2 answers

What is the primary difference, whether it be course work and classes or what kind of study each are, between a applied physics/ engineering physics major versus a mechanical engineering major? What career opportunities do each of the majors give?

Asked Oakland, California

I am confused between applying to college for an applied physics and engineering physics major or simply a mechanical engineering major without clearly understanding what each major entails. I don't know the specific differences between the two majors and it would definitely help if someone cleared it up. #engineering #mechanical-engineering #math #physics #aerospace-engineering #applied-mathematics

2 answers

Carlin’s Answer

Updated Austin, Texas

Hey Kai,

My advice would be to look into the courses and course description of the classes you'll have to take for Applied Physics and Mechanical Engineering. Look at each and compare them. The classes might give you a better understanding of what you'll be getting into before you invest in a major. If one is not posted online, I'm sure you can email an academic counselor at each college and ask for a list of the classes. Each school you apply to will be slightly different. In Engineering will make you cover a broad range of materials besides your typical high school classes, you'll get into course work such as: thermodynamics, material science, 3D CAD software design classes, etc. Physics will be more restricted within the physics and math realm, you'll probably take classes such as: Quantum Mechanics, Vector Calculus, Matrices, etc.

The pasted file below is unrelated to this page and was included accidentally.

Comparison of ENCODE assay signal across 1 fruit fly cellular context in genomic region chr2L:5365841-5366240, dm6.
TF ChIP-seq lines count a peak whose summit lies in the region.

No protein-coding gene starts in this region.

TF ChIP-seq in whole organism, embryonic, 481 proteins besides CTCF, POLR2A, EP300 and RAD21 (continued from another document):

Overall after college, I'd say physics most people either go into teaching, grad-school, or enter a job that is related to a lab setting. You'll be doing a lot of research and 'lab coat' type of work. Generally the people I know with Science degrees peruse higher learning and go to graduate school. With mechanical engineering, people generally work right after college and some go to grad-school. You can do research and lab work in engineering as well. In mechanical engineering the more popular sectors to get jobs in are Oil&Gas, Construction, and Manufacturing/Design.

I hope I answered your question!

Greg’s Answer

Updated Leesburg, Alabama

I agree with Carlin. I would add that each school may define these a little differently so definitely check out the course curriculum for each school you may consider. Overall, I have found a mechanical engineering degree to be the most versatile if you are planning to enter the workforce after receiving your degree.